The Smithfield Community Association’s Civil War Weekend Committee is preparing for the 25th annual Peterboro event June 9 to 11, 2017. The event began a quarter century ago to raise funds to repair the Smithfield Community Center and to bring attention to Peterboro’s history.
Thanks to volunteers and sponsors, the event has raised money to continue to upgrade community buildings and acquire the Gerrit Smith Estate, as well as promote the history of Peterboro. Continue reading
When we think of the French and Indian, or Seven Years’ War, we often think of battles: The Monongahela, Ticonderoga, Québec. Yet, wars aren’t just about battles. They’re about people and governments too.
In this episode of Ben Franklin’s World: A Podcast About Early American History, we explore a very different aspect of the French and Indian or Seven Years’ War. We explore the war through the lens of disease and medicine and how disease prompted the British government to take steps to keep its soldiers healthy.
Our guide for this investigation is Erica Charters, an Associate Professor of the History of Medicine at the University of Oxford and author of Disease, War, and the Imperial State: The Welfare of British Armed Forces during the Seven Years’ War (University of Chicago Press, 2014). You can listen to the podcast here: www.benfranklinsworld.com/116
World War I changed our world entirely and redefined modernity. Now, 100 years later, on January 21st from 2 to 4 pm, the Schenectady County Historical Society will explore the Great War’s effect on Schenectady and the people who lived here. The soldiers who fought, the nurses who cared, and everyone at home whose world was reshaped, completely. Continue reading
We will celebrate Presidents’ Day next month, on February 20. But we don’t celebrate Governors’ Day or anything similar. If we did, we might note the contributions of New York’s three Civil War governors — Edwin Morgan (R, 1859-1863) Horatio Seymour (D, 1863-1865) and Reuben Fenton (R, 1865-1869). All three were nationally known leaders at the time. Seymour was a critic of the wartime draft and other Lincoln administration domestic policies. Morgan and Fenton both went on to become United States Senators from our state, where they also played leadership roles. Seymour ran for president in 1868, losing to Ulysses S. Grant. Continue reading
The American Revolution Round Table (ARRT) of the Hudson and Mohawk Valleys will present Redcoats, Hessians, and Americans fought in the 1777 Battles of Saratoga on Thursday, January 19, 2017 at 6:30 pm, at the Schuylerville Town Hall, 12 Spring St. (corner of Route 29 & 4, the old High School), Schuylerville.
This is the second session held by the ARRT where time will be allocated to networking, socializing and to discuss prior topics. Continue reading
Tjerck Claeszen DeWitt, the son of Nicholas DeWitt, immigrated to New Amsterdam (New York City) from Grootholt in Zunterlant in 1656.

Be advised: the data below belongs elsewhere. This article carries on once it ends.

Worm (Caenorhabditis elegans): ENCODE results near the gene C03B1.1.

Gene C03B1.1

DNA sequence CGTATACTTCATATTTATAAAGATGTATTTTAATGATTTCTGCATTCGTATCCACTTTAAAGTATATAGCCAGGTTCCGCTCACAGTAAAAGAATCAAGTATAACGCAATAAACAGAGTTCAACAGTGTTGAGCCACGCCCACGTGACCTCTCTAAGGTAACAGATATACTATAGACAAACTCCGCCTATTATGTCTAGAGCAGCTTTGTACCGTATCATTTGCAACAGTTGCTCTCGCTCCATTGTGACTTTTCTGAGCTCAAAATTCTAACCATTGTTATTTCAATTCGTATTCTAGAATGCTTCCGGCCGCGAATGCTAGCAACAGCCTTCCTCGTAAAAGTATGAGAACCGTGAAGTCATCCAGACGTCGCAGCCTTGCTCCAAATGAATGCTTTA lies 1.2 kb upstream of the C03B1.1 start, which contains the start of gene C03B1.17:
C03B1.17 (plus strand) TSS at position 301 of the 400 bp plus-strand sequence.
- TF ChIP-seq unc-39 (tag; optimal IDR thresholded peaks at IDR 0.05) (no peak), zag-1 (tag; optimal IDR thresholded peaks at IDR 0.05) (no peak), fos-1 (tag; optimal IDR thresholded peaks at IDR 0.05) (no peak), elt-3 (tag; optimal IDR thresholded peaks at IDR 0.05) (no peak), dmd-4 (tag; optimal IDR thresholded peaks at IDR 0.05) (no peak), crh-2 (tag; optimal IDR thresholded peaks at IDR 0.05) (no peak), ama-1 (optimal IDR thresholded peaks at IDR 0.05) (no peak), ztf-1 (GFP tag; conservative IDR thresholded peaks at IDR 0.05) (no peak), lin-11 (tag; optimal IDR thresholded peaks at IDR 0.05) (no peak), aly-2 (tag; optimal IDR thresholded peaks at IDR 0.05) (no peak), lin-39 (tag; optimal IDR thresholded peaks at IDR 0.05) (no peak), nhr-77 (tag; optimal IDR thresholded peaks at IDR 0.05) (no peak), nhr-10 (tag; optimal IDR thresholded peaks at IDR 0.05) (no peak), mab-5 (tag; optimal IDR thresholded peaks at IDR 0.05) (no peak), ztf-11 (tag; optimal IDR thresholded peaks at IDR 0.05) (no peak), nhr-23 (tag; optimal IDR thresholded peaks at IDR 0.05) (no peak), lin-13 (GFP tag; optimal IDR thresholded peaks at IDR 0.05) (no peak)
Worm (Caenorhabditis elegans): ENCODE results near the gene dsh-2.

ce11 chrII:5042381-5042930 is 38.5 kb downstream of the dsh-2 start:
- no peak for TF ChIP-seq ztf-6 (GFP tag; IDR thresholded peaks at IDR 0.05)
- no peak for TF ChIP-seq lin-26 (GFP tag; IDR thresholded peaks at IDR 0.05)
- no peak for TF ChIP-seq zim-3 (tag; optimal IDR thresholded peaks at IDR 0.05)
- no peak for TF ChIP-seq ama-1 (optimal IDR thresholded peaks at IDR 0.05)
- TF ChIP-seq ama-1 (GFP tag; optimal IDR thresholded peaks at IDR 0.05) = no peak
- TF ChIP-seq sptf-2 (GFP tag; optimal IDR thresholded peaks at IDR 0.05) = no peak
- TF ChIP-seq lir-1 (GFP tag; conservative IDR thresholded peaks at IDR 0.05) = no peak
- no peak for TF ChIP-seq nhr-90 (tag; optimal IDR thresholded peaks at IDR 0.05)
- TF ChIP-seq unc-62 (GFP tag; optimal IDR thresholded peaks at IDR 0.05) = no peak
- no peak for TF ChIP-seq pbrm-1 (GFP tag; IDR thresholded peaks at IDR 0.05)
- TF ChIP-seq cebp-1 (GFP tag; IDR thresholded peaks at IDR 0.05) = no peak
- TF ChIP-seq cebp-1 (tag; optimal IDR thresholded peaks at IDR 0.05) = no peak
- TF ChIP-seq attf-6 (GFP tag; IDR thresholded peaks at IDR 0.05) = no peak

Grootholt means Great Wood and Zunterland was probably located on the southern border of East Friesland, a German territory on the North Sea only ten miles from the most northerly province of the Netherlands. Continue reading
The New York State Library commemorates the 75th anniversary of the attack on Pearl Harbor with an exhibit on the 7th floor, the centerpiece of which is a small but interesting collection of papers left by one Private First Class/later Sergeant Archibald Francis McCaw, who preferred to be known as Fran.
From the memo section of Private McCaw’s small five-year diary, it is learned that after basic training he left Brooklyn Army Base for Honolulu, Hawaii aboard the troop transport Republic, arriving on 9/13/1939. He was assigned to Company C of the 35th US Infantry, Schofield Barracks. “It was sure great to begin my time and get it over in a hurry.” Little did he know. Continue reading
This week on “The Historians” podcast, Bob Cudmore and Dave Greene look at the history of “duck and cover”: Civil Defense in the atomic age.
Listen to the podcast here. Continue reading
This week on “The Historians” podcast, T. Martin Bennett, author of Wounded Tiger (Onstad Press, 2016). The book is based on the life of Mitsuo Fuchida, the Japanese pilot who led the attack on Pearl Harbor who later converted to Christianity and whose children live in the United States.
Listen to the podcast here. Continue reading
Recently in this column appeared the story of Selden Clobridge, a teenage Civil War soldier from Turin, New York, whose battlefield career ended at the grand old age of 18 after multiple wounds that included limb loss. About 85 miles northeast of Turin, an even younger soldier took it to the extreme, receiving his discharge from the army before he became a teenager.
William R. Bastin was born in December in the town of Lawrence, near the St. Lawrence County line, east of Potsdam. A headstone gives his birth year as 1852, which corresponds with his age in three of six census records and his obituary. Other census records disagree by a year, suggesting he was born in 1851—but by any measure, he was far too young to become a soldier.
When William enlisted at Malone on September 14, 1864, he gave his age as 16. But by most indications, including interviews as an adult, he was actually three months shy of twelve years old when he joined the army, purportedly as a drummer boy. Things didn’t work out as expected, though, and he instead became a child soldier. Continue reading